Winter Bike Commuting

12 Tips for Winter Bike Commuting

1. Follow the plow

Bike trails are regularly plowed in many major metro areas. Snow removal crews begin plowing the city's major multi-use paths at the same time as other crews begin plowing the major streets. The Boulder Creek and Broadway paths are plowed first, followed by the Foothills Parkway path and then other Greenways paths. University of Colorado at Boulder (CU) facilities maintenance staff clears the section of the Broadway path between Baseline Road and University Avenue.

Ride Steady2. Road conditions

Believe it or not, the medium during most winter commutes is often the same dry pavement as in the summer. Sand, salt, sun, and snowplows eliminate ice and snow from roads in the days after a storm.

3. Ride steady

For slippery stretches, riders should slow down and stay loose. Brake only on the rear wheel to avoid spinouts on slick surfaces. And be prepared to take your feet off the pedals if the bike starts to fishtail or tilt.

4. Watch out

Cars are less aware of bikers in the winter. Ride defensively. Make eye contact with drivers.

5. Choose the right ride

Don’t use your $3,000 road steed or a full-suspension mountain bike in the snow. Sand, salt, and grit can destroy suspension and gears. Instead, go with an older bike you designate for cold-weather use, adding fenders, bright lights and winter wheels. Some cyclists employ single speed bikes in the winter, as they have fewer moving parts and require less maintenance.

Temperature6. Cold and clean

Unless you plan to clean it off, keep your bike cold and store it in the garage. A room-temperature bike in new snow can cause ice to form on brakes and gears more easily. Also, keep your chain and gear cassette lubricated for best operation.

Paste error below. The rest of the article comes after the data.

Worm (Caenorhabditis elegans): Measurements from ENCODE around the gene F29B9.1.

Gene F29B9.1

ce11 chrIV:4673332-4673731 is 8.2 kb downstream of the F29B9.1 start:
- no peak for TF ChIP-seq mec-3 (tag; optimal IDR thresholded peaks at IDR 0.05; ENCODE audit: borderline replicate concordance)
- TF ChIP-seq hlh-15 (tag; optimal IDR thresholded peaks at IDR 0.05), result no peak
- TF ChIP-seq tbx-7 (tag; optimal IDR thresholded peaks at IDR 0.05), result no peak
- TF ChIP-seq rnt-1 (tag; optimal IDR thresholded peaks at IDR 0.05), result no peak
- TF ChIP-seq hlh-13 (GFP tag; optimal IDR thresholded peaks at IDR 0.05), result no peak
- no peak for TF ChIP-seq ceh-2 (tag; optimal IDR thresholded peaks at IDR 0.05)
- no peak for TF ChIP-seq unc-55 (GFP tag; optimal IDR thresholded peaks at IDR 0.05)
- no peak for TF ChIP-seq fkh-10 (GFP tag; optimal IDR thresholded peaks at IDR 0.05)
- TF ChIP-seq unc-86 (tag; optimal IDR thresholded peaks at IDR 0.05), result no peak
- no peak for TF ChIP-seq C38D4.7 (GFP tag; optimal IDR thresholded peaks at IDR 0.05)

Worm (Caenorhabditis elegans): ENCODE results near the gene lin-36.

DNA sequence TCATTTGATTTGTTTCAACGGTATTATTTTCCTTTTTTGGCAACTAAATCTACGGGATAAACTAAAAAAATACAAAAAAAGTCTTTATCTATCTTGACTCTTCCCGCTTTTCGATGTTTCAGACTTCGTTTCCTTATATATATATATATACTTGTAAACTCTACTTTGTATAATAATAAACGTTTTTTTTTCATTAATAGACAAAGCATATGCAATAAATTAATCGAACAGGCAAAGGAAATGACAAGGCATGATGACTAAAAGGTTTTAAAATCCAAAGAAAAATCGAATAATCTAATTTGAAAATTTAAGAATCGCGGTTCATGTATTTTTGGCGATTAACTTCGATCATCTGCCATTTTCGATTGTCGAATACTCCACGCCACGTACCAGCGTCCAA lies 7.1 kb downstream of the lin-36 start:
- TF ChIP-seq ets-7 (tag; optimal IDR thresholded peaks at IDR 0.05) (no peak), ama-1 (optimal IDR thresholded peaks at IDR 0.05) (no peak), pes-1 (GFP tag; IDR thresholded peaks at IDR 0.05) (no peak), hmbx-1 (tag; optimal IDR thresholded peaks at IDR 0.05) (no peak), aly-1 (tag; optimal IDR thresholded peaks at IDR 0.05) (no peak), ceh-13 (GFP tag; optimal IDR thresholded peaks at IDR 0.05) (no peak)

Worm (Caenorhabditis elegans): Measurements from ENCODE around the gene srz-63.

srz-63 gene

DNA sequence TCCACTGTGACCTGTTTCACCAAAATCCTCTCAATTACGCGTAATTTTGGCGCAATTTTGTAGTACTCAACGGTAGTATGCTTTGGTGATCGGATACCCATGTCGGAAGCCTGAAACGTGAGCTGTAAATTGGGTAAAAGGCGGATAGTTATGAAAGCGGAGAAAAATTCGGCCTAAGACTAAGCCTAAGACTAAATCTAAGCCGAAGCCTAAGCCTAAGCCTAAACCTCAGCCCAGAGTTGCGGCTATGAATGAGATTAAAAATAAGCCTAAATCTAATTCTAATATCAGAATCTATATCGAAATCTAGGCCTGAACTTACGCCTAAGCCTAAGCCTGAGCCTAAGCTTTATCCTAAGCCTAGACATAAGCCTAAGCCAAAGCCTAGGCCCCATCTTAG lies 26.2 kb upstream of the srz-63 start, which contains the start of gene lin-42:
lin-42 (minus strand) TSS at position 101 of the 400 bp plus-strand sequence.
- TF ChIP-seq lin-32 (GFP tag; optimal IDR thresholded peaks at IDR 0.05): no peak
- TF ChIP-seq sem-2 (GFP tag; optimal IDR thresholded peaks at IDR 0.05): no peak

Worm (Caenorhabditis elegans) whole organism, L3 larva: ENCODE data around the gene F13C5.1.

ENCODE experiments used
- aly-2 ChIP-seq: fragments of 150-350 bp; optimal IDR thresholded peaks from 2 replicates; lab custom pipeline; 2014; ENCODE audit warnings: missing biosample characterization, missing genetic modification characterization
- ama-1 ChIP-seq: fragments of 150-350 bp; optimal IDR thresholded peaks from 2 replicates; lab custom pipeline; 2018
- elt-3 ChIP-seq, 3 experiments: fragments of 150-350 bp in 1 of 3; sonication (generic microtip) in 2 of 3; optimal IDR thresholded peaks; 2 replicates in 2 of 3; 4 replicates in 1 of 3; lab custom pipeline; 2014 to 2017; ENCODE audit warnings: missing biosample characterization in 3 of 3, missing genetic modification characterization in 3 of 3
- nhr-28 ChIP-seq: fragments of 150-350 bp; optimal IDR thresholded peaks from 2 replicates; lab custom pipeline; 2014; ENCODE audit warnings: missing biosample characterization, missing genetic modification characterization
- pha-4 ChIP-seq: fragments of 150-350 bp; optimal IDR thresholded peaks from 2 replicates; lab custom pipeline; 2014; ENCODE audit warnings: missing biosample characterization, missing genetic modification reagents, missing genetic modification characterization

7. Go Studs

Carbide-studded tires can increase grip on snow and ice, and some riders swear by them.

8. Go Fat

Fat bikes are becoming one of the most popular commuter options, especially in cities that get lots of snow. The wide rubber will let you float through new-fallen snow and avoid ruts in icy streets where other tires can get trapped.

Winter Clothing9. Protect your core

Any outdoorsy person knows that layering is the key to staying warm and managing sweat in the cold. A common configuration for biking includes a wicking base layer shirt followed by an insulating fleece top, then with a waterproof and windproof shell jacket. For the legs, usually one less layer is needed; many riders wear normal pants like jeans covered up with a wind-shell pant. If your commute is long, consider bike tights or shorts with a chamois pad combined with long underwear bottoms and the shell pants on top.

10. Headwear

Jacket hoods are a no-no, as air funnels in as you move, inflating a hood like a sail. Instead, many riders wear balaclavas and sunglasses or ski goggles. Tight-fitting (but warm) fleece skull caps are popular. Top it off with a helmet, perhaps sized larger in winter to fit over all the insulation.

11. Warm hands and feet

Switch out gloves for mittens or bifurcated “lobster”-style handwear, which keep fingers close together and warmer. Winter boots, not bike shoes, are best for the coldest days, but use platform pedals with aggressive tread for good grip as you crank. Above 20 degrees, many riders get away with bike shoes, employing neoprene covers to add insulation and buffer warm air. Some companies, notably 45NRTH and Lake Cycling, sell insulated winterized bike shoes compatible with clipless pedals.

RTD12. Public transit as retreat

Many metropolitan trains and public buses allow bikes, letting riders surrender on the worst days and hop a ride home. Bike near a bus route and you have bail-out points should the commute prove too long or laborious in the snow


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